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  • ECISD/Tech agreement may not go through; nonprofit may take over at Ector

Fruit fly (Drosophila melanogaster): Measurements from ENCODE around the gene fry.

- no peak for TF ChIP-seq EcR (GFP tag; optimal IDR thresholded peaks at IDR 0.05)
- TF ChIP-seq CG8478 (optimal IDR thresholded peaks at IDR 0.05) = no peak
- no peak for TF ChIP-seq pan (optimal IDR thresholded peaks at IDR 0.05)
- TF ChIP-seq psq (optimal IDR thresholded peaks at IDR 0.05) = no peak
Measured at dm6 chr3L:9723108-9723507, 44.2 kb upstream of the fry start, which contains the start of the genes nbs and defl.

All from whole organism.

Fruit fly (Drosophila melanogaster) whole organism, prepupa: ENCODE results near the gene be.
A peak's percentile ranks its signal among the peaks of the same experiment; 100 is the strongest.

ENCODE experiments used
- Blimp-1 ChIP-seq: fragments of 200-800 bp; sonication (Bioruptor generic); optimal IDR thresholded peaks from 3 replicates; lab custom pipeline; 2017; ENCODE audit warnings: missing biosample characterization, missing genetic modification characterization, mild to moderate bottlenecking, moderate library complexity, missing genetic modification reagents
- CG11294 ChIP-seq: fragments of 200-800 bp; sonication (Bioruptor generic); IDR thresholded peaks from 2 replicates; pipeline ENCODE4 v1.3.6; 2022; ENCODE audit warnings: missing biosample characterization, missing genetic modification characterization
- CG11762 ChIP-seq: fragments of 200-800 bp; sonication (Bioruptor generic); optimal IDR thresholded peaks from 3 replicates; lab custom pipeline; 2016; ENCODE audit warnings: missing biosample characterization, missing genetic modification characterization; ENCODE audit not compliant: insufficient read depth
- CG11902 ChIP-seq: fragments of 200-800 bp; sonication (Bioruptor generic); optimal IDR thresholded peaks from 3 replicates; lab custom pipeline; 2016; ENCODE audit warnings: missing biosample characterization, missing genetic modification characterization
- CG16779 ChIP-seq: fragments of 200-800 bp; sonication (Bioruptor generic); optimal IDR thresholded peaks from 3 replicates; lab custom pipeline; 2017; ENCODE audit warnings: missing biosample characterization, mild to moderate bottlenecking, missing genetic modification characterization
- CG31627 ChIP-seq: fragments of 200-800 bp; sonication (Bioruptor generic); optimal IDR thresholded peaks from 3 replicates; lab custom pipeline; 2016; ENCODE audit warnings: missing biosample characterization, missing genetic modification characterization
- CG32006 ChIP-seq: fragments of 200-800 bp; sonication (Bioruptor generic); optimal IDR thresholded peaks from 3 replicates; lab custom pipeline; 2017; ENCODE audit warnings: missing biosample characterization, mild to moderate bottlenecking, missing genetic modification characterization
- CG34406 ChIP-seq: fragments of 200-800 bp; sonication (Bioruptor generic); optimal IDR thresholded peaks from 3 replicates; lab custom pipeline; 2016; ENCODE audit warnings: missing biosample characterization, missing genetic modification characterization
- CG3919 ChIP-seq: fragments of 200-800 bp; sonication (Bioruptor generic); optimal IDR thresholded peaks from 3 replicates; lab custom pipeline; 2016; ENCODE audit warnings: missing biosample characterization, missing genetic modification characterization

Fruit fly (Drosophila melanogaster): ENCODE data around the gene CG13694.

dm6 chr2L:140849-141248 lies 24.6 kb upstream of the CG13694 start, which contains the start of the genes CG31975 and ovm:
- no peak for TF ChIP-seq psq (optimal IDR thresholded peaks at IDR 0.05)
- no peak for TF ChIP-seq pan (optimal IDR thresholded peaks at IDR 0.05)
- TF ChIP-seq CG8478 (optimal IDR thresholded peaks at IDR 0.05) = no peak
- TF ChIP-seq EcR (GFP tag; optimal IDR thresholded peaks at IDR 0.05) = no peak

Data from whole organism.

first_img Pinterest Pinterest Texas Tech, ECISD logos The memorandum of understanding between Ector County Independent School District and Texas Tech University College of Education as of Monday morning was apparently not sufficient to get the Texas Education Agency’s blessing.The school district had until before midnight Monday to send a contract to TEA, Spokeswoman DeEtta Culbertson said. The school board was scheduled to meet at 6 p.m. today.Superintendent Tom Crowe said the district found out about TEA’s rejection late afternoon or early evening Friday.“Evidently, the Texas Education Agency made a decision after looking at it some more that they changed their mind and decided that an MOU would not suffice, that they needed a fully executed contract by midnight tonight (April 30) before they would approve it and that a memorandum of understanding would not suffice,” Crowe said.Texas Tech’s legal team needed more time to thoroughly review the agreement before they could approve it, so “that became a dead issue at that point,” he added.Crowe said they talked to Robert Bleisch, a lecturer and doctoral candidate at Texas Tech College of Education, about the possibility of forming a nonprofit, which Bleisch has filed paperwork for. He said that’s what would be presented during Monday’s meeting.Crowe said Mike Atkins, the attorney for ECISD, has kept the board of trustees up on all the Ector developments.“Robert was the face of this anyway and so he’s formed a 501(c)3 and it will be basically the same service and support that was presented … to the public. It’s just that Tech officially won’t be legally responsible for the entity,” Crowe said.“We’re confident that it will operate just as we had predicted that it would when we presented it to the community,” he added.Bleisch, who also is director of Safety Net Domain for the East Lubbock Promise Neighborhood Grant, presented the concept of converting Ector Middle School into a charter school to the community in April.ECISD has eight campuses on improvement required status under state accountability regulations. Ector Middle School, Noel and Zavala elementary are in their fifth year. If the campuses don’t come off the list, they will face closure or the Texas Education Commissioner will appoint a board of managers over the whole district.Bleisch said he formed the nonprofit after it was learned TEA was not going to approve the memorandum of understanding.There was some discussion initially of whether to form a 501(c)3 or writing a memorandum of understanding. He said there will be no change to the program. It will still be a charter school.“This is different because Texas Tech is not the entity that has formed the 501(c)3. The only difference is the money flows differently. Our intent is to contract with the College of Education,” Bleisch said.He added that it will be a few months before the nonprofit becomes official, but it’s his understanding that the process can move forward while that’s happening. He said his role with Texas Tech is still under discussion.Bleisch said things like transportation, food service and special education, for example, will flow through ECISD. The district will bill the nonprofit for the services and get reimbursed, he said.Bleisch said the plan is to keep as many of the teachers and administrators as possible at Ector.He said he has had experience with school turnarounds, but not necessarily using this avenue.“We’re entering unchartered territory,” Bleisch said.Culbertson said contracting with a nonprofit would work.“They’re really trying to work with us on this,” Crowe said. “Evidently when the commissioner himself took a look at this, he decided that an MOU wouldn’t work.”He said ECISD was told by a top TEA official that it would be OK.Having known for several years that Ector was in trouble, Crowe said all along officials thought the campus would get out of IR. He said the district started the process of asking for applications to operate Ector months ago.“We have other agreements with the education department at Tech. This was the first time general counsel and everyone got involved. That’s OK. We’re working through it. I’m not going to sit around and whine and gripe. … We’re going to monitor, adjust and figure out how we’re going to make this work for the kids,” Crowe said.If this isn’t approved, Crowe said the district will put together a plan and he’ll plead their case in Austin.Culbertson said the contract was due before midnight Monday. TEA has 15 days to approve or review it.Required documents under Senate Bill 1882 are a cover letter, partnership plan proposal, a copy of an executive performance contract (which she said is basically the contract), and a partnership assurances document that sets out policies to be followed for running the school.“TEA will provide corrective feedback on policies that do not meet minimum criteria. Districts that adopt the TEA recommended model policy and charter application are eligible for automatic Phase 1 approval,” information sent by TEA said.PREVIOUS VERSION: The memorandum of understanding between Ector County Independent School District and Texas Tech University College of Education as of Monday morning was apparently not sufficient enough to get the Texas Education Agency’s blessing.The school district had until before midnight Monday to send a contract to TEA, Spokeswoman DeEtta Culbertson said. The school board was scheduled to meet at 6 p.m. Monday. Trustees had signed a memorandum of understanding April 26 and it was supposed to be sent to Texas Tech for signing in time for Monday’s deadline.Meanwhile, ECISD trustee Nelson Minyard posted on Facebook that: “The TEA is out of control they lied to us and then torpedo our partnership with Texas Tech to help our 5 year IR middle school. It was a bold (sic) face lie do not trust them with your district.”After a question from Arlo Chavira, a previous candidate for school board and other offices, saying he thought it was a done deal, Minyard replied that:“The TEA called Tech Friday night and told them the MOU we sighed (sic) Thursday was not going to do it after telling us it would be good so Tech backed out TEA said we would have to have a contract by Monday night.”Minyard, Superintendent Tom Crowe and Mike Atkins, the attorney for the school district, could not be reached for comment Monday morning.ECISD Board of Trustees Vice President Doyle Woodall said he found out about the situation Sunday afternoon. Apparently, he said, an email was sent by Atkins on Friday.Chief of Staff Brian Moersch said a statement was being worked on “to explain it all,” and that everything would be fine.“It was yesterday (Sunday) afternoon before I found out about this. I don’t know what the deal is on it. We just got an email saying they had rejected our offer. It was the MOU that they rejected. They wanted it to be a contract and Tech doesn’t feel like they can have a viable contract ready that soon,” Woodall said.He added that the Texas Tech Board of Regents was only recently apprised of the situation and needed more time to review it.Culbertson said the contract was due before midnight Monday. TEA has 15 days to approve or review it.Required documents under Senate Bill 1882 are a cover letter, partnership plan proposal, a copy of an executive performance contract (which she said is basically the contract), and a partnership assurances document that sets out policies to be followed for running the school.“TEA will provide corrective feedback on policies that do not meet minimum criteria. Districts that adopt the TEA recommended model policy and charter application are eligible for automatic Phase 1 approval,” information sent by TEA said. 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